One of the highlights of the age-old conflict between Christians and Muslims was during the Crusades in the Holy Land. The Order of St John of Jerusalem, Knights Hospitaller, born to provide medical assistance to pilgrims, soon turned into an efficient military force, with its own army, which distinguished itself in troubled times.

Battle of Ascalon, Lionello Spada, about 1610, Grand Master’s Palace, Valletta.Battle of Ascalon, Lionello Spada, about 1610, Grand Master’s Palace, Valletta.

The salient episodes of the vicissitudes of the Order in the Holy Land are very well illustrated in the frescoes painted by Lionello Spada, around 1610, in the Grand Master’s Palace, Valletta, commissioned by Grand Master Alof de Wignacourt.

The Bolognese painter, nicknamed ‘ape of Caravaggio’ for his uncommon naturalistic talent, stayed in Malta from 1609 to 1614, attempting to emulate Merisi’s style. The mural paintings do not reveal, however, the adherence to the naturalism of Caravaggio’s ancestry, but rather betray reminiscences of the juvenile phase of Emilian Mannerism.

The Battle of Ascalon, fought on July 12, 1099, depicts the conflict that decided the fate of the First Crusade, won by the Christians in spite of their small number, when compared to the impressive formation of Muslims. The price of victory was dear: many perished and were enslaved.

Siege of Rhodes, Lionello Spada, about 1610, Grand Master’s Palace, Valletta.Siege of Rhodes, Lionello Spada, about 1610, Grand Master’s Palace, Valletta.

The fresco reproduces the convulsive phases of the battle, focusing its attention on the capture of three brave knights, an incident that gave rise to the legend of Ismeria, as established by the writing on the lower part of work.

The three knights were led to Egypt and taken prisoner, but the caliph decided to save their life on condition that they converted to Islam. They instead converted his daughter, who was captivated by the beauty of the statue of the Madonna, made by the Virgin herself and carried into the prison cell by an angel, as the knights were asleep.

The miraculous intervention of the Virgin is depicted in the altarpiece of Our Lady of Liesse church, Valletta, painted by Enrico Arnaux in the first half of the 18th century in a style that reveals influences from paintings by Mattia Preti and Stefano Erardi.

The fresco depicting the Miracle of the Loaves Turned into Stones, illustrates the miraculous episode of Blessed Gerard Sasso, the Benedictine Italian monk who founded the Order in 1113.

Matteo Perez d’Aleccio’s contribution turned out to be crucial for the historical reconstruction of the Great Siege

During the siege of the city he used to throw loaves of bread from the walls of Jerusalem to hungry Christians, as shown in the painting by Cassarino, created around 1617, which today hangs in the Museum of Fine Arts in Valletta. Caught in the act, he was taken before Muslim authorities to be condemned, but the loaves, wrapped in cloth, were miraculously changed into stones, which led to the charges against him being dropped.

After the final defeat of Christians in Holy Land, the Order found refuge in the kingdom of Cyprus, until, under the leadership of Grand Master Folco de Villaret, the Order snatched Rhodes from the Muslims on August 15, 1309, after a two-year military campaign.

Miracle of the Loaves Turned into Stones, Lionello Spada, about 1610, Grand Master’s Palace, Valletta.Miracle of the Loaves Turned into Stones, Lionello Spada, about 1610, Grand Master’s Palace, Valletta.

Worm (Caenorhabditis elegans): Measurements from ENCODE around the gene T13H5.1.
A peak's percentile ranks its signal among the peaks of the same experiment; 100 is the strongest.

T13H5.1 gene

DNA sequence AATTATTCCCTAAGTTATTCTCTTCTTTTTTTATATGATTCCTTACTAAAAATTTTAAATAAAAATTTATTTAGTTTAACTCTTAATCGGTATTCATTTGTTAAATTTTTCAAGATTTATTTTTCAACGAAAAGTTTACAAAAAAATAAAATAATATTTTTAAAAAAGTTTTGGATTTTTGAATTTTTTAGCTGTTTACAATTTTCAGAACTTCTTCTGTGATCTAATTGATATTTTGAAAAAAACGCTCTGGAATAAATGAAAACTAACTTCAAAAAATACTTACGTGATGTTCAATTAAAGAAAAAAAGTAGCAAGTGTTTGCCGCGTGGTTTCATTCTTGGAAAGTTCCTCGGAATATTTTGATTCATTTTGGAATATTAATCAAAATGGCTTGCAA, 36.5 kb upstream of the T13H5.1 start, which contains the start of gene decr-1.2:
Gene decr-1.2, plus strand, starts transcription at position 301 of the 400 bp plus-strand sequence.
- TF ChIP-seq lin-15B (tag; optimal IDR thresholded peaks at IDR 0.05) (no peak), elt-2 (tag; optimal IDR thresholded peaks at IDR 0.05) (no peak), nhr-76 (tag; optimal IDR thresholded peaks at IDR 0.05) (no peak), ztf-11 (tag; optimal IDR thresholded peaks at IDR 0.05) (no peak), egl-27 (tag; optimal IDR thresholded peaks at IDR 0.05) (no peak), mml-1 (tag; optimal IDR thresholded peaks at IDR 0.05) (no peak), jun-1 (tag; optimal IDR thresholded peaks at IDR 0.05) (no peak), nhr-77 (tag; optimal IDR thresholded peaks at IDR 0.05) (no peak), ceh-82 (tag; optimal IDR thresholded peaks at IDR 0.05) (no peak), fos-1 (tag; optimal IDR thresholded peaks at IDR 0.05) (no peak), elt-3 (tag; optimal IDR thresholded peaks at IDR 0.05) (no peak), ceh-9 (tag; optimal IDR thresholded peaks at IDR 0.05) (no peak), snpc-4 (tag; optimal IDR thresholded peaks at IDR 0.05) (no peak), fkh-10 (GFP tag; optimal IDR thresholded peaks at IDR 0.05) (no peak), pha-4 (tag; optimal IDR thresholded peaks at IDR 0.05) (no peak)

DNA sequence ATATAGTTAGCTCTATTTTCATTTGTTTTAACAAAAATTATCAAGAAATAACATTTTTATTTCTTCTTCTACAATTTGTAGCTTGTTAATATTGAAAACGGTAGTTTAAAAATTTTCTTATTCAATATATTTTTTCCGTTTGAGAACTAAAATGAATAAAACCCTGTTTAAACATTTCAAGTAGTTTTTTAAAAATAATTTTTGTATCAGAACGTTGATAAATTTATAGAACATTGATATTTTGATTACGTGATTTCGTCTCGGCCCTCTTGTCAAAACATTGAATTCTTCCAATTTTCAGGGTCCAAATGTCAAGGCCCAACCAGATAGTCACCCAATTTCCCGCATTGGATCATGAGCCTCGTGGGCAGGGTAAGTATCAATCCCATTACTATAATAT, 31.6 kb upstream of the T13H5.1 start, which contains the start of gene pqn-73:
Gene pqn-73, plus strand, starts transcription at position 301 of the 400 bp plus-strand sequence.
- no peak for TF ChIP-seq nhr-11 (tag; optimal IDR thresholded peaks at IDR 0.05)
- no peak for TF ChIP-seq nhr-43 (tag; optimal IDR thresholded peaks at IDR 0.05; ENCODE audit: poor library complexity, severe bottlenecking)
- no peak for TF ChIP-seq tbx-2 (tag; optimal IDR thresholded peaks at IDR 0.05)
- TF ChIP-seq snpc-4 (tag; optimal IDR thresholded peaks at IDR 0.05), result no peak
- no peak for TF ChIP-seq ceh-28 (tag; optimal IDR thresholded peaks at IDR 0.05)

The main phases of the siege are illustrated in another fresco by Spada. In the foreground emerges the violent clash between European and Asian soldiers, visibly in difficulties, while, on the right, a column of Christian soldiers advance to conquer the fort, where, at the bottom, enemy flags still flutter. The writing that runs in the lower part, apart from being a historical document of fundamental importance, praises the grand master who led the knights to victory.

The decisive Muslim counterattack raged two centuries later, in the summer of 1523. After a six-month siege, the Order accepted surrender, retreating to Sicily, until it settled in Malta by order of Clement VII and Charles V, upon payment of a tribute to the Viceroy of Sicily.

The Islamic offensive regained strength with the Ottoman Empire, encouraged by the conquest of Constantinople in 1453, which marked the final sunset of the millennial Christian empire, heir to the Roman one.

Madonna and Child in Glory, Flanked by Saints John the Baptist and Lucia and the Battle of Lepanto at Her Foot, Antonello Riccio, 1581-1595, Maritime Museum, Vittoriosa.Madonna and Child in Glory, Flanked by Saints John the Baptist and Lucia and the Battle of Lepanto at Her Foot, Antonello Riccio, 1581-1595, Maritime Museum, Vittoriosa.

The Turks, under the leadership of Mohammed II, had, in fact, knocked down the impregnable walls of the capital of the empire. The Muslim conquerors, who penetrated the Christian continent from the east, were restrained by Venetian fleets, which did not want to lose their commercial stations in the eastern Mediterranean, although the Turks continued to rule the roost with their fearsome pirate ships.

The Knights’ new headquarters in the heart of the Mediterranean was certainly an obstacle to Ottoman ambitions, so in 1565, Sultan Suleiman the Magnificent decided to attack Malta with an impressive fleet of 40,000 men, which just over 6,000 Christian soldiers heroically opposed.

The event is narrated by 13 frescoes on the Great Siege, painted by Matteo Perez d’Aleccio from 1576 to 1581. The artist, who introduced the Mannerist style to Malta, brought to the island Michelangelo’s manner, since he had worked with Buonarroti on the painting of the frescoes in the Sistine Chapel in Rome.